The Solventless Hash Rating System: How to Determine Quality
Solventless hash, like dry sift and ice water extraction, represents the highest quality and least adulterated form of cannabis concentrate. Up until the revival of rosin, solventless extracts were perhaps better classified as resins. With the exception of rosin tech, the goal of solventless extracts like dry sift and ice water hash (or bubble hash) is pure glandular trichome head isolation, as the heads contain the sought after cannabinoids and terpenes. In contrast to solvent based extractions, solventless extractions are not usually 100% free of contaminate (plant matter), with the exception of rosin. This means that 'full melt' dry sift and ice water hash is extremely difficult to achieve without very high quality starting material and an experienced hash maker. For instance, plants that received foliar sprays during flower, will produce subpar hash as the trichomes are coated in additional layers of waxy membranes, making them difficult to isolate.
While there is no substitute for a melt test, a methodical inspection of the solventless hash during the pressing process will give you an idea as to quality of the trichomes and the effectiveness of the isolation. Before making a purchase, ask your budtender or caregiver if the hash melts, who processed the hash, how the starting material was grown, and which microns are available. All of this information will help you narrow down on the highest quality solventless hash. Keep in mind, the information you receive from a budtender or caregiver is simply the rating the hash maker gave the extract.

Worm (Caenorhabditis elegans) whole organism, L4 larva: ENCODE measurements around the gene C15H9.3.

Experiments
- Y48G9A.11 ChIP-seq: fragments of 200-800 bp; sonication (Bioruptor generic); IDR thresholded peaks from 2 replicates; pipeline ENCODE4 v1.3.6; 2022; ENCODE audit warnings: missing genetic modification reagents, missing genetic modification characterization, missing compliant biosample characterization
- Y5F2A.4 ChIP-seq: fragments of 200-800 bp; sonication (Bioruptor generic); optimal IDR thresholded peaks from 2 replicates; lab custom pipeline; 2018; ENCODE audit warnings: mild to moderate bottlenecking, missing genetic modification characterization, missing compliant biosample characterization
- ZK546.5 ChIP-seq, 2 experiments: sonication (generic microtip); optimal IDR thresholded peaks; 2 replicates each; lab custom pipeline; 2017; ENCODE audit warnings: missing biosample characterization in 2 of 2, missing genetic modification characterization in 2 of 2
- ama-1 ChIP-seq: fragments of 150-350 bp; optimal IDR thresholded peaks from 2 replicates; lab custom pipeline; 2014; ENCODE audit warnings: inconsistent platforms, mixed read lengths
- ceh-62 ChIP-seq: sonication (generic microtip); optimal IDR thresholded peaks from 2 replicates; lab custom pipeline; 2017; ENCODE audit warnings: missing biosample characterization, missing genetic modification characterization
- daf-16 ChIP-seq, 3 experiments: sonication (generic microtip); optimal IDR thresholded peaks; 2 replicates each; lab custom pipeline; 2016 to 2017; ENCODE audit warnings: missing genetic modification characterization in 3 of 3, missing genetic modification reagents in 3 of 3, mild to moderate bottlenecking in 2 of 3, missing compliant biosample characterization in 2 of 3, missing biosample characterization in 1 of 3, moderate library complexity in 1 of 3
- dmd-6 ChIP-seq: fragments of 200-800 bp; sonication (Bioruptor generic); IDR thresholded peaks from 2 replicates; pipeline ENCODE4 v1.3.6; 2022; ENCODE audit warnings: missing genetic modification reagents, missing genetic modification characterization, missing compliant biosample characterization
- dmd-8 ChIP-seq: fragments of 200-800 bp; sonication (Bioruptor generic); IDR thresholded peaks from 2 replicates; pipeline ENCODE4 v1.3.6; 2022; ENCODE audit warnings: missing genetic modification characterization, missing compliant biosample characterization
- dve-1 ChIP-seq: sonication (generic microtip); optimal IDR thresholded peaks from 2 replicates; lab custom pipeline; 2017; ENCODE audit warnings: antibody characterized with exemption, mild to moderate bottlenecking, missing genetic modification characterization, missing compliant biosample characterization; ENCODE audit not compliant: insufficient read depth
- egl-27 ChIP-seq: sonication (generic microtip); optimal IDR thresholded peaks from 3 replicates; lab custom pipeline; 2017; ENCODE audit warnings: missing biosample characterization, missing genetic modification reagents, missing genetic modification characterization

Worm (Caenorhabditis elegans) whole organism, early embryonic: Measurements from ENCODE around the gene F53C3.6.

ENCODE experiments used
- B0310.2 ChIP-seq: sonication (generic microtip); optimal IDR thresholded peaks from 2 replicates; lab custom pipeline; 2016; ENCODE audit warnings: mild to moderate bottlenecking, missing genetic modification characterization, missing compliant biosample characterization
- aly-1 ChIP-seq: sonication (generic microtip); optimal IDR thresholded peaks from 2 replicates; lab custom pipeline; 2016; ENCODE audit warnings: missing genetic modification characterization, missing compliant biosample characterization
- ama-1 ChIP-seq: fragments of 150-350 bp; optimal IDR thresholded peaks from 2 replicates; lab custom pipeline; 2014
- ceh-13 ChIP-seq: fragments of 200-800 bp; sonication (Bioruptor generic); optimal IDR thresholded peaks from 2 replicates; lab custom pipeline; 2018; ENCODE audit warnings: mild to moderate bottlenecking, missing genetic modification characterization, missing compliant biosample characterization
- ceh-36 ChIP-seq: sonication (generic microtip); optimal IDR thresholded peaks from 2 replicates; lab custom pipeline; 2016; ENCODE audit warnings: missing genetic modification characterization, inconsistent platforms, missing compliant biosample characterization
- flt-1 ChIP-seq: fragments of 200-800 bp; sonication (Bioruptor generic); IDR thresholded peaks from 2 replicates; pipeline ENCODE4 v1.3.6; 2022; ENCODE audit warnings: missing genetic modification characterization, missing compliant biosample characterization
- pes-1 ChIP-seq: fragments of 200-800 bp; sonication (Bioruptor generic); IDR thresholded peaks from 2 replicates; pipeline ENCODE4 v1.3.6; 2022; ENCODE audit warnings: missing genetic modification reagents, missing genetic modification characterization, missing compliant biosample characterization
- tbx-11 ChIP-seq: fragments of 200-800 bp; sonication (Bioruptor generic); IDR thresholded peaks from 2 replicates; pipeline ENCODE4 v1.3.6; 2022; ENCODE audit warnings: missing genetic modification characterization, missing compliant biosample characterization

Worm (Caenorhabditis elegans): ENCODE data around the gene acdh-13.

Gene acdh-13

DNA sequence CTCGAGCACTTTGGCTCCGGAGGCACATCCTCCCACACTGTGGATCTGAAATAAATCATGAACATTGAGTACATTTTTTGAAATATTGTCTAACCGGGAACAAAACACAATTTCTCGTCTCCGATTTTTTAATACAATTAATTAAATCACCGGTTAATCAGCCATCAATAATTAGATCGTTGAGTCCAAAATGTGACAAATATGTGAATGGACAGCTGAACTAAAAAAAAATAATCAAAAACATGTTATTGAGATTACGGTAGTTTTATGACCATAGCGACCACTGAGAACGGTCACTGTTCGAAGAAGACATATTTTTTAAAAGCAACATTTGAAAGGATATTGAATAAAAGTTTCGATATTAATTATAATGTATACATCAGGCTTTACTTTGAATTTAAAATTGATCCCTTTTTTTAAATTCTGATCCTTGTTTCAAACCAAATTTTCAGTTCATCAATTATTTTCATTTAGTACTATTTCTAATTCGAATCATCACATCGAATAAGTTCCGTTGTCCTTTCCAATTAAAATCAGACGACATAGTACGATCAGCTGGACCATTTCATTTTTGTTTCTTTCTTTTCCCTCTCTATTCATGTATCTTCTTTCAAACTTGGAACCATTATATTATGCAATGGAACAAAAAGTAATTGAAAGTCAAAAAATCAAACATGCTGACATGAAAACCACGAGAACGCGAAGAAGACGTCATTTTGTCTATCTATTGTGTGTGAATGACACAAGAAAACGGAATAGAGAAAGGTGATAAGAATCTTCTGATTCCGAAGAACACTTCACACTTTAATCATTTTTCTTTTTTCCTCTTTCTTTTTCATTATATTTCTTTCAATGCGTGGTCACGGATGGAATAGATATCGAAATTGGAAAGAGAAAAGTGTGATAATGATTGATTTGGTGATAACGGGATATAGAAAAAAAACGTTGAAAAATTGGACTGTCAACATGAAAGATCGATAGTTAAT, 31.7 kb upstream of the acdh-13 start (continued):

If you see a gram of half melt that catches your eye, don't be afraid to take it home for a melt test of your own, or purchase it for the sole purpose of rosining it to improve the melt. Here are some important characteristics to consider:
Quality hash should have a golden color and a beach sand consistency if stored properly in a cool environment. When quality hash has been stored at room temperature or warmer, it can 'grease up' taking on the appearance of a darker, semi-transparent oil. Quality hash lacks evidence of green (chlorophyll), dark brown, or black spots, indicating contamination (from plant material or otherwise). Seek out ice water hash and dry sift with visible trichome heads that glisten like crystals or diamonds in their jar.
Quality solventless hash should have a strong scent that is consistent with the starting material (i.e. hash made from a strain like Golden Goat should smell like Golden Goat flower). Identifiable pungent smells are indicative of high terpene content and produce strong flavors when smoked or vaporized.